But that's not to say that your hero had no tricks up their sleeves. The game also introduced defense items. Capable of negating a frontal attack, a defense item was the smarter answer to the dodge mechanic. It wasn't a god tool, capable of making the game a breeze. But it was a finite tool, you could run out and be left defensless. But if you were stupid enough to be caught off guard from behind....well, you suck.
And the game is simply gorgeous, possibly one of the best looking of it's generation. Forboding, moody, haunting. It nailed the proper atmosphere dead on. It's a crime it's a Gamecube exclusive, as this would have made for a better HD port than Code Veronica would. Need proof? Just watch this video, even in a low resolution it looks pretty damn good.
That's also not to exclude the epic intro to the game. Gone is the cheesy live action, B-movie grade horror movie. Replaced with a slick, and well put together movie that still gets my blood pumping to this day. It also showed off the new face of Jill Valentine, actress/model Julia Voth.
|Yes, if you play your cards right, you too can have your own Jill Valentine|
But in all honesty, this is one of my favorite titles, sure it lacks the awkward charm of the original, but it makes up for that with one of the most balanced Survival Horror experiences out there. It's what got me to want a Gamecube (despite RE3 being why I bought a Gamecube). I can recall exactly reading about this game is a Playstation Magazine. And being honestly pissed off as a fan that it was a Gamecube exclusive. In fact it was this game that made me a fervent Nintendo hater for several years, and yet....it brought me back to Nintendo at the very same time.
Resident Evil 0
Lowest Price: $4.25
Highest Price: $300
Originally planned as a title for the N64, Resident Evil 0 saw quite a shift in developement. With the fast approaching Gamecube nearing release, Capcom decided to start developement over. Taking advantage of the newer hardware, they created a rather gorgeous game, using what seems like a slightly modified RE (2002) engine. But despite the restart in development, all the concepts and game design elements actually never changed. You see, RE0 was going to utilize a partner swapping system. Two characters co-exist in the world, and you could zap in between them at will. It was believed that the N64 would allow this, as catridges don't really have that much loading time. I'm not sure how that managed to pull it off on the disc based Gamecube, but it worked. You could have characters completely independent of one another, doing their thing. Of course, you had to keep a close eye as even if you aren't controlling one, they can still be in danger. So the incentive was there to keep Rebecca and Billy together.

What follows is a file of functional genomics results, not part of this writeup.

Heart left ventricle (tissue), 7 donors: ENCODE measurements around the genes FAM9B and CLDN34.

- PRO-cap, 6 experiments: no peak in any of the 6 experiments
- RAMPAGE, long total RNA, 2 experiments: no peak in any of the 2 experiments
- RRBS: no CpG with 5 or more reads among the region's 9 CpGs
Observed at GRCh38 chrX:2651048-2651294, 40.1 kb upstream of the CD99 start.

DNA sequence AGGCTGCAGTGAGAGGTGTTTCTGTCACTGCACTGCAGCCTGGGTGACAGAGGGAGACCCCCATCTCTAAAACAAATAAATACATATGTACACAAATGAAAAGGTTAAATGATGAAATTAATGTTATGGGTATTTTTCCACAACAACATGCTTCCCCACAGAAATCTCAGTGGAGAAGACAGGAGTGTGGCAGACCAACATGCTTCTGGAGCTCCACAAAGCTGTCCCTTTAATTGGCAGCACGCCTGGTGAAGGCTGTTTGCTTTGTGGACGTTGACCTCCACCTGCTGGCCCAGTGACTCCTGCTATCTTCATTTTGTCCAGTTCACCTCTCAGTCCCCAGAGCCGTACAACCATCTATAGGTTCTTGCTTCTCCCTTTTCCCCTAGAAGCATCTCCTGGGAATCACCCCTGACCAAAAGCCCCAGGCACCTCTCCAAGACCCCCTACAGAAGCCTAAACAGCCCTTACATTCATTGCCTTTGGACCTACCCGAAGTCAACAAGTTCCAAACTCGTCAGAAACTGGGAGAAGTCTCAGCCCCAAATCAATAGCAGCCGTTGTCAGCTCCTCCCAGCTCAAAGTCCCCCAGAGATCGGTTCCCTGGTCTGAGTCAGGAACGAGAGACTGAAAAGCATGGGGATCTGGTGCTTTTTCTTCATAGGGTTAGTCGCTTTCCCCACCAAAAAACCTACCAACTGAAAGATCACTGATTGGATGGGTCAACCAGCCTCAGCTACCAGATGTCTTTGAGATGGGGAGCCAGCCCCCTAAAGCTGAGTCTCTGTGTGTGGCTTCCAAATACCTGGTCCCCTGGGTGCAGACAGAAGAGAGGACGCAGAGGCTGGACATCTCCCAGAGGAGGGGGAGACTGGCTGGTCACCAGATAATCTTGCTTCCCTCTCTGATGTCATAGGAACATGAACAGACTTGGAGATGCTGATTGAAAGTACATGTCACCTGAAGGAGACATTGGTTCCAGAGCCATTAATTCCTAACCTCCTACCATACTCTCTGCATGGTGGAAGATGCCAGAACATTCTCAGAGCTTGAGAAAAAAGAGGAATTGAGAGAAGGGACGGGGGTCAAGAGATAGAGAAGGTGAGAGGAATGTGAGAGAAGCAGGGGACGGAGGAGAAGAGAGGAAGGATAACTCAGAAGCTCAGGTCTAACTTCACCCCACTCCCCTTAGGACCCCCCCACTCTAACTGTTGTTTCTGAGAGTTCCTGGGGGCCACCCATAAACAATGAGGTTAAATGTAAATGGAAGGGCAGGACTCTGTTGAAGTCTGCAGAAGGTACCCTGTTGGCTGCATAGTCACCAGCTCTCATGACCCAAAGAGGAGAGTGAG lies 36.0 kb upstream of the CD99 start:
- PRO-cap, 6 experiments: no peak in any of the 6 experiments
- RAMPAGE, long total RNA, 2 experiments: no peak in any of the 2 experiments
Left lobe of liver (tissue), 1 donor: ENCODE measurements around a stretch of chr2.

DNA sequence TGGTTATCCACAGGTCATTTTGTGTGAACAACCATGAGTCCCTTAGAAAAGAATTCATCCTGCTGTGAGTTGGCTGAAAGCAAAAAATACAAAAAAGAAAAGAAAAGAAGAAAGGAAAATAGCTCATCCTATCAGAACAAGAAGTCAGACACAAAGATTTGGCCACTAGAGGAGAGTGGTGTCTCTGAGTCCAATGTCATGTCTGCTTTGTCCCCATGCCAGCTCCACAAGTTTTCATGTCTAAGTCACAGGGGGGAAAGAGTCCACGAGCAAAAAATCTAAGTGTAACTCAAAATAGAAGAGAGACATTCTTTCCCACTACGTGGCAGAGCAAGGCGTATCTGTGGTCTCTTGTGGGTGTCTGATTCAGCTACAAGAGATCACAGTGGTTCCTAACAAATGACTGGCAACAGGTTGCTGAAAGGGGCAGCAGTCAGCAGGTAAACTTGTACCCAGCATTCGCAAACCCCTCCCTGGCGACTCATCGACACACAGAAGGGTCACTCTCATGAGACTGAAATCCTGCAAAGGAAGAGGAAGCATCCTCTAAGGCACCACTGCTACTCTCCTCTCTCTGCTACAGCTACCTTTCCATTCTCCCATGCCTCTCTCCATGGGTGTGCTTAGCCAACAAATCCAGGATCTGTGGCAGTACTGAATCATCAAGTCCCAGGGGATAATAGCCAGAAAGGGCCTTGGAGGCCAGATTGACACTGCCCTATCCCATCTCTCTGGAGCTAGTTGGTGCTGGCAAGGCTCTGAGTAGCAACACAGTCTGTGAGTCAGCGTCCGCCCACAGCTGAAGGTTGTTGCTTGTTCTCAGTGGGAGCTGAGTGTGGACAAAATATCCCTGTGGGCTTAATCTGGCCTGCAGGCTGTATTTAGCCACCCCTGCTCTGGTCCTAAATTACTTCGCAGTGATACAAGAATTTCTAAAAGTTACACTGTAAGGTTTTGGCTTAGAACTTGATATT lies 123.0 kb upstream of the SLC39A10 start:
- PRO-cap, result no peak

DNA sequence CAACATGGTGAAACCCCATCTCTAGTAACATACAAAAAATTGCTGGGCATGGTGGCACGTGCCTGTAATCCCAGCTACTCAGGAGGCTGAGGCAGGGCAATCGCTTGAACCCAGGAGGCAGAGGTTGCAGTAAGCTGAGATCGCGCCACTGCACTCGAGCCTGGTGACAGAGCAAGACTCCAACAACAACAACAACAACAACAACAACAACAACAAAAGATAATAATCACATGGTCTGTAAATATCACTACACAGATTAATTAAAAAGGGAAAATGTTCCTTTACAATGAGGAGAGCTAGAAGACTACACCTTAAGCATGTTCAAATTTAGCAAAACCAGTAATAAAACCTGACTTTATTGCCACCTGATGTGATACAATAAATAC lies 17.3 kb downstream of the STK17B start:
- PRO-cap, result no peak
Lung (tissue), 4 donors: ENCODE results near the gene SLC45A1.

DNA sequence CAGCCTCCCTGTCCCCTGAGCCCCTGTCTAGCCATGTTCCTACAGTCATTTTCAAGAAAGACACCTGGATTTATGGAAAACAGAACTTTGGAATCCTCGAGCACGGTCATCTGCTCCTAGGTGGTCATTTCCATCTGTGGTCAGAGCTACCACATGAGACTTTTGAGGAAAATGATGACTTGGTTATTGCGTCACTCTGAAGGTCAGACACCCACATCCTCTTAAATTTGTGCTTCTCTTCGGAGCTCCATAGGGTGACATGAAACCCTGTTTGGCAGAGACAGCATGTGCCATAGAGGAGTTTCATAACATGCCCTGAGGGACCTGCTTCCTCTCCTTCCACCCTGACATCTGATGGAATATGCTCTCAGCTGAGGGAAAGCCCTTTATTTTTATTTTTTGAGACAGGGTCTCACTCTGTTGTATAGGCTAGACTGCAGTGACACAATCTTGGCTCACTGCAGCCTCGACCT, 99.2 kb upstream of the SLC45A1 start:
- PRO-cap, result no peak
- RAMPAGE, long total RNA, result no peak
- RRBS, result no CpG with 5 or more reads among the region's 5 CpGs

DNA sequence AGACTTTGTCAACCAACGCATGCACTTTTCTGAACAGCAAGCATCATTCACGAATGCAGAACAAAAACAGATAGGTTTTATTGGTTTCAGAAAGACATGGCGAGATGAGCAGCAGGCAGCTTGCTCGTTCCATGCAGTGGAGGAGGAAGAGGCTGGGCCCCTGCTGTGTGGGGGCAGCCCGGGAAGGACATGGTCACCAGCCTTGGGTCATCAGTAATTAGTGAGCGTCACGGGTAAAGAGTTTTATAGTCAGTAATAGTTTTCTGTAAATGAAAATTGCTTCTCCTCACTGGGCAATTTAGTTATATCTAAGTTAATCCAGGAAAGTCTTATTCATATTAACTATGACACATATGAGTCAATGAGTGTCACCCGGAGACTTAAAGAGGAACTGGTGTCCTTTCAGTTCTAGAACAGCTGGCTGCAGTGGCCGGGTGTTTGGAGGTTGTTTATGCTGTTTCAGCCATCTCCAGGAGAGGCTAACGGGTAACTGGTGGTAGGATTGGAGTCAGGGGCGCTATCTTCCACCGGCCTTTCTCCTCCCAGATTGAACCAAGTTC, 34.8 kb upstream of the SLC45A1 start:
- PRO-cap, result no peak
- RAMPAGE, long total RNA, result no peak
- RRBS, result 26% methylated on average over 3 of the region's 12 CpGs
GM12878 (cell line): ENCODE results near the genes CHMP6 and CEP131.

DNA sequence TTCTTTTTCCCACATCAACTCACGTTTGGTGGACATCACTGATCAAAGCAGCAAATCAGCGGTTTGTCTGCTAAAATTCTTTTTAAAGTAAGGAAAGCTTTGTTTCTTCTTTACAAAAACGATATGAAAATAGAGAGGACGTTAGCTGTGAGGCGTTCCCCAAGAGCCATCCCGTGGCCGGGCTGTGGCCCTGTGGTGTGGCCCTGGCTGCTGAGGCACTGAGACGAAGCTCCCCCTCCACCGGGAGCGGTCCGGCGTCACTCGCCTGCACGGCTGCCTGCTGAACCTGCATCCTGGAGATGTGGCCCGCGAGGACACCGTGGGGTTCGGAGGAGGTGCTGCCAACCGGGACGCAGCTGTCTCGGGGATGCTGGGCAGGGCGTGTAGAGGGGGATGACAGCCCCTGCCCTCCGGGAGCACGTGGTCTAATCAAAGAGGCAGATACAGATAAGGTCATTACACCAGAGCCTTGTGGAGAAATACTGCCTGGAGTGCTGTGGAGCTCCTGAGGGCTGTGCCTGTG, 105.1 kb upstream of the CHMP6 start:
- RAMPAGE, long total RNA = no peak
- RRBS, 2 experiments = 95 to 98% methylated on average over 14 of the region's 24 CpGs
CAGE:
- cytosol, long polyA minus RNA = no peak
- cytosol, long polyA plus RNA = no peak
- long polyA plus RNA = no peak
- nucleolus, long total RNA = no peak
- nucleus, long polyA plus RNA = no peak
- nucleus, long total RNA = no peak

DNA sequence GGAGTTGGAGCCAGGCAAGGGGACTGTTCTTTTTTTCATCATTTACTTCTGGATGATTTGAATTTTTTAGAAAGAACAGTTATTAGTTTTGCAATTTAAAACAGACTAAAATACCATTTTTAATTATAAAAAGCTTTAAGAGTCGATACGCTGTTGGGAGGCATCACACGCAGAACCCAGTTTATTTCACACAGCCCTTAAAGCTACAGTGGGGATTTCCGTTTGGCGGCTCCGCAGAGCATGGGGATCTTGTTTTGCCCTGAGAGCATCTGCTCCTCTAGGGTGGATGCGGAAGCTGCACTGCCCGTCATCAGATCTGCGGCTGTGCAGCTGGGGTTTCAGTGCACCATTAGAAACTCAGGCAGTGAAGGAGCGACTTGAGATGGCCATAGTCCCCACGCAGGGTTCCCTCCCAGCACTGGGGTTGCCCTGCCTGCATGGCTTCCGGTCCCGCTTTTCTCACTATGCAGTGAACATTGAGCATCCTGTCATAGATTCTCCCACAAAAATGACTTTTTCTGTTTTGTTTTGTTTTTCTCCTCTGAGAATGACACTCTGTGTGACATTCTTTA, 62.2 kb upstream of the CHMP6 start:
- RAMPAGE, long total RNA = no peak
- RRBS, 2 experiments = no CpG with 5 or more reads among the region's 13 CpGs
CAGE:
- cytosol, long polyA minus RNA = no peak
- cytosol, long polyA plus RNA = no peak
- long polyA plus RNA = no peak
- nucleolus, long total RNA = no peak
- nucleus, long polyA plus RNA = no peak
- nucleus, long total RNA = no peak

Gone was the defense items and crimson heads, which is understandable, as the game was in developement before REmake was even a thought. But rather, the removal of item boxes was a huge change. Gone was the magic storage units, and added was the ability to drop items on the ground. This was an interesting element that did add some thought to items you wanted to bring. But, it did make it a hassle to carry all the things you wanted later in the game. It was a note worthy change, albeit, not a very good one.
As far as story goes, this game is kind of funky. Feels like a lot of Retconning going on, with a little bit of Metrosexual Leech King thrown in.